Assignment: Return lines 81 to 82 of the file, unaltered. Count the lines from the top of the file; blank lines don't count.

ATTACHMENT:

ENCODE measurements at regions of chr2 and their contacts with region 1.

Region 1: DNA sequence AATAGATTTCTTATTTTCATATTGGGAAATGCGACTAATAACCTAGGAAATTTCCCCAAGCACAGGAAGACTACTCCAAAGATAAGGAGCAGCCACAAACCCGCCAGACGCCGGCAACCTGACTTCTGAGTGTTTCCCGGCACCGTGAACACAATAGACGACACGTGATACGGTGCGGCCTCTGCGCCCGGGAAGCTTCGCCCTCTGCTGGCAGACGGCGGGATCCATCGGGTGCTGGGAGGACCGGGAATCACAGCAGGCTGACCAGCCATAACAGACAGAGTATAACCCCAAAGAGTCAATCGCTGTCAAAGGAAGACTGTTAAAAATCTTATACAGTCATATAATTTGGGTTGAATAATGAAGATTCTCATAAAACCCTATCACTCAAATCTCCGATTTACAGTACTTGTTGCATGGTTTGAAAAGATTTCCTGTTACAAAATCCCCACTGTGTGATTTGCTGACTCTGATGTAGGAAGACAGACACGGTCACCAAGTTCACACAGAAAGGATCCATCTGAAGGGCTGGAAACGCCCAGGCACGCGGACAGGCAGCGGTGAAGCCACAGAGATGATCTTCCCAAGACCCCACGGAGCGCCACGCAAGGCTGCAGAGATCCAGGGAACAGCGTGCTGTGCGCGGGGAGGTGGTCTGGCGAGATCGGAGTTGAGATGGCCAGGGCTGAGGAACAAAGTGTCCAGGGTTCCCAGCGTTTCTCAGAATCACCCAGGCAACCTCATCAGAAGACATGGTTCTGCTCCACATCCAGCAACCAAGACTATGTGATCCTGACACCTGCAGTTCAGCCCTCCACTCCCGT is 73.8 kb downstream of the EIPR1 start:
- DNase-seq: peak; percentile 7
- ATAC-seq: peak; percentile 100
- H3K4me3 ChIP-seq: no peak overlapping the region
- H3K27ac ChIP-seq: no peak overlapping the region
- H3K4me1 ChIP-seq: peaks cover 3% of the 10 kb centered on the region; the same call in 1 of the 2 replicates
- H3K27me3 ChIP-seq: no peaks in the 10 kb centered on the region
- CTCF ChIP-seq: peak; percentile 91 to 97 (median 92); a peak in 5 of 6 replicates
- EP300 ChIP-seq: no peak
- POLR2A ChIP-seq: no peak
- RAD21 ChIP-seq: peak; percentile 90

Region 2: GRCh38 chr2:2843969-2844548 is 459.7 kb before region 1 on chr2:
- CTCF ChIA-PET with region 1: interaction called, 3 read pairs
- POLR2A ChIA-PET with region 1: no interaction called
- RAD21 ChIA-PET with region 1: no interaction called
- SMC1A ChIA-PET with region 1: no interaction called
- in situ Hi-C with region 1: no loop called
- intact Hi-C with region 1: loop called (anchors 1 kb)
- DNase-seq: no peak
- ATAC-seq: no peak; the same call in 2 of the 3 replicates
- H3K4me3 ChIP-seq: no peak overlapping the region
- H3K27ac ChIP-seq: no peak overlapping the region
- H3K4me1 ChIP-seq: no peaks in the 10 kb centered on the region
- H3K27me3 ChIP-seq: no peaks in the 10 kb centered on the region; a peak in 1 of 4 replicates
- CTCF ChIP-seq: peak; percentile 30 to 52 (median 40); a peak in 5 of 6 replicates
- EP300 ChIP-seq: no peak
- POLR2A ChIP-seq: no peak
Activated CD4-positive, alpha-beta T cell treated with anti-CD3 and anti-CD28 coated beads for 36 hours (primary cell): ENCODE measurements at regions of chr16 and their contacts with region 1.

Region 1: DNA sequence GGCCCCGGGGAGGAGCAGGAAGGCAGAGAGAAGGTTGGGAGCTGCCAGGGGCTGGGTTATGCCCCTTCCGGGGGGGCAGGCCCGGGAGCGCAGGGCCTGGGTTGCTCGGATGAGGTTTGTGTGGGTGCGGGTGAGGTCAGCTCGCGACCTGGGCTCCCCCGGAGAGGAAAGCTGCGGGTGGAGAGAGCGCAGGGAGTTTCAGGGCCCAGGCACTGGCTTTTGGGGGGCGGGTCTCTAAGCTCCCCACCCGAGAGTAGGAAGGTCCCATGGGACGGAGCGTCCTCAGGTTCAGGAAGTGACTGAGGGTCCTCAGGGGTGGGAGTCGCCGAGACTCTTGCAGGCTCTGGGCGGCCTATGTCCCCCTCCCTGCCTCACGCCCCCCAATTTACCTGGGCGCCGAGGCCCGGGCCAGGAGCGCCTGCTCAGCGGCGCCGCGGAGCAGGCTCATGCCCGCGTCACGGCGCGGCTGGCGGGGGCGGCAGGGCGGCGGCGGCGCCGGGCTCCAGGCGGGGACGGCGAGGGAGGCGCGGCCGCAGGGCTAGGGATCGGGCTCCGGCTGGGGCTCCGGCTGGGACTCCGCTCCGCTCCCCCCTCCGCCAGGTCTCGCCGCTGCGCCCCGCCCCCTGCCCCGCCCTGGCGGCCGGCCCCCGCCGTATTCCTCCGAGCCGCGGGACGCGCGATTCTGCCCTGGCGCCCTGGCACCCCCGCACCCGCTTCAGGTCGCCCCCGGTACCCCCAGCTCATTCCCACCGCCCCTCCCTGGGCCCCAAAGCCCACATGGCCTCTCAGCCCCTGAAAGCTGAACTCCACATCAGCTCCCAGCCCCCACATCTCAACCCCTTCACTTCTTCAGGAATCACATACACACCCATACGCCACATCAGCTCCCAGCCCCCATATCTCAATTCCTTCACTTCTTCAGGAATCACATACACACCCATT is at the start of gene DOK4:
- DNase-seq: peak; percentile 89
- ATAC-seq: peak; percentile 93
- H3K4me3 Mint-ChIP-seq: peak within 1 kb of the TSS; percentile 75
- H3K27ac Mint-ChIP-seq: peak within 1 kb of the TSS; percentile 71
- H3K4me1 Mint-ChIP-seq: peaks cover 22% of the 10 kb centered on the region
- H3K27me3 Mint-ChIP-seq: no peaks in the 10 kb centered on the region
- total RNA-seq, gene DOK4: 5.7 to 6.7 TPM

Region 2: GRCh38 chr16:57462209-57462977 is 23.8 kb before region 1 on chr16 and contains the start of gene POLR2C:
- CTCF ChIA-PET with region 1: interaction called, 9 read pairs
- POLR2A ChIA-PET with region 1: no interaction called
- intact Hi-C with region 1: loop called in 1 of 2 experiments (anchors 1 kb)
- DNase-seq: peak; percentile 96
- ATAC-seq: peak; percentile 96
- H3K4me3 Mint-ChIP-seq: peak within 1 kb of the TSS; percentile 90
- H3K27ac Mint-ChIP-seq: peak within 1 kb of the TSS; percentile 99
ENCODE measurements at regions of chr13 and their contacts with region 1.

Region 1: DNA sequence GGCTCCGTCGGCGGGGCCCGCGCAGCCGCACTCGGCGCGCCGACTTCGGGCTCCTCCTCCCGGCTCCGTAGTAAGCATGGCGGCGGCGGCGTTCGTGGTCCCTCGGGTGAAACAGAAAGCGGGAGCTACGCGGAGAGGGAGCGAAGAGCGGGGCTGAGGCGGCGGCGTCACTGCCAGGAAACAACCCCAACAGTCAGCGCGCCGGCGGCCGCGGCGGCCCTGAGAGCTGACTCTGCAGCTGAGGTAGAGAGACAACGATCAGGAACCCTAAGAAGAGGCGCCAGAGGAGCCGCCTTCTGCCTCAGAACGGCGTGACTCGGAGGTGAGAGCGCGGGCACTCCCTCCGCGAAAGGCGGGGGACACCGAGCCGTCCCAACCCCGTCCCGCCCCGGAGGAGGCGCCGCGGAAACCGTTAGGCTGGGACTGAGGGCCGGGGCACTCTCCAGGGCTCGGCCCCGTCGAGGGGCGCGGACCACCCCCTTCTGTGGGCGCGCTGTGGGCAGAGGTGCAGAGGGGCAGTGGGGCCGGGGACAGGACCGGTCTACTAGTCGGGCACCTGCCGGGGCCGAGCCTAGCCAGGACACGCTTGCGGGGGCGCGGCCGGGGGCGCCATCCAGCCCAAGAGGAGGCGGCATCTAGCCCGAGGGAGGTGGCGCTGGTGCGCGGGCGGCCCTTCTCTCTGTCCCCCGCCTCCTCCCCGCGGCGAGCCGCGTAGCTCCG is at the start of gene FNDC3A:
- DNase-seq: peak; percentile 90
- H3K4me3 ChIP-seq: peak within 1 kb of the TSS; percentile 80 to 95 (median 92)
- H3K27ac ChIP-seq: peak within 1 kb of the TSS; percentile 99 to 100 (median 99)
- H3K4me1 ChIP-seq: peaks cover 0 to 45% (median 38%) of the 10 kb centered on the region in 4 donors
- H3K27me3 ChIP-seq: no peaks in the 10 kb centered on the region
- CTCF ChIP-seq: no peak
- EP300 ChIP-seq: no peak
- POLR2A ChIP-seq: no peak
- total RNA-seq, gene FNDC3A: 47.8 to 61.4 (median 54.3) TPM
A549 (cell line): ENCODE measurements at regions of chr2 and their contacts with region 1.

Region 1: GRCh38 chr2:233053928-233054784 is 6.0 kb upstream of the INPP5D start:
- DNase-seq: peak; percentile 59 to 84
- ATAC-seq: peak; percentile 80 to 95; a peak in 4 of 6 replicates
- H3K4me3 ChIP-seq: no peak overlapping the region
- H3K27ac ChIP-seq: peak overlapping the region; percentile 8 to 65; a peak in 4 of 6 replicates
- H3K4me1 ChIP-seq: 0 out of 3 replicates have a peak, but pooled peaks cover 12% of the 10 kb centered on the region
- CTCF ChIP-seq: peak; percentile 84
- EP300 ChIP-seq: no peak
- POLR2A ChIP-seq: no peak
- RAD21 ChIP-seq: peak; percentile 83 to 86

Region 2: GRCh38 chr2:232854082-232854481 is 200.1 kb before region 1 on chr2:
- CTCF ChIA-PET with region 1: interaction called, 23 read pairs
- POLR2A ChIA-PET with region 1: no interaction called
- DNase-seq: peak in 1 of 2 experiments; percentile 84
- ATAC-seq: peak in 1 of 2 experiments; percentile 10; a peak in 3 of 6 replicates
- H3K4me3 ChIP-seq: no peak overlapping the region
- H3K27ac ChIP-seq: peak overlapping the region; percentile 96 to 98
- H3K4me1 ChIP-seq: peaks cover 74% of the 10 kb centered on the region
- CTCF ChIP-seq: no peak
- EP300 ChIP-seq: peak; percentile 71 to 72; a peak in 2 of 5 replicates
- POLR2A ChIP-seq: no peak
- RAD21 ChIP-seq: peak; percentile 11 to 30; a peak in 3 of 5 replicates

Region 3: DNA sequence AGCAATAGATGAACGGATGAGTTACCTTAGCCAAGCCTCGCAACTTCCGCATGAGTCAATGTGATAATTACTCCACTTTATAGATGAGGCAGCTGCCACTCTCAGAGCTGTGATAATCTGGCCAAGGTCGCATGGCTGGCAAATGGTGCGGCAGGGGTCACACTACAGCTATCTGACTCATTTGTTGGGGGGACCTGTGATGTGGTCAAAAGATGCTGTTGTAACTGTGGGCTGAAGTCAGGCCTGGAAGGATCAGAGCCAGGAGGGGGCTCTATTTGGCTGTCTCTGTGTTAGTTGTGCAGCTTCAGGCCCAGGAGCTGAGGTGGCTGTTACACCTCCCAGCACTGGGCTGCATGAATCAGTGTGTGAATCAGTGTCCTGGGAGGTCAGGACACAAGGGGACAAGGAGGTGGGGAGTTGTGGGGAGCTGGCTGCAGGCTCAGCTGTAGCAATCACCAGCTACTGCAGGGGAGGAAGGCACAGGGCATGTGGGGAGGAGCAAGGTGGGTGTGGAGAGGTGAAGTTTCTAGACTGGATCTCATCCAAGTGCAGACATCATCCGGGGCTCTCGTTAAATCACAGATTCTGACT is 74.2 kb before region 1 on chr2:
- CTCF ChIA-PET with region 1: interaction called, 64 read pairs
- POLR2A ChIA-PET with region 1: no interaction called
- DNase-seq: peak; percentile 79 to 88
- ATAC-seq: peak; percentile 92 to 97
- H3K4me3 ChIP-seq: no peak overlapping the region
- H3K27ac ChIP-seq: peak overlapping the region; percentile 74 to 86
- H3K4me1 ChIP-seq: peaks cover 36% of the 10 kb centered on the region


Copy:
- CTCF ChIA-PET with region 1: interaction called, 64 read pairs
- POLR2A ChIA-PET with region 1: no interaction called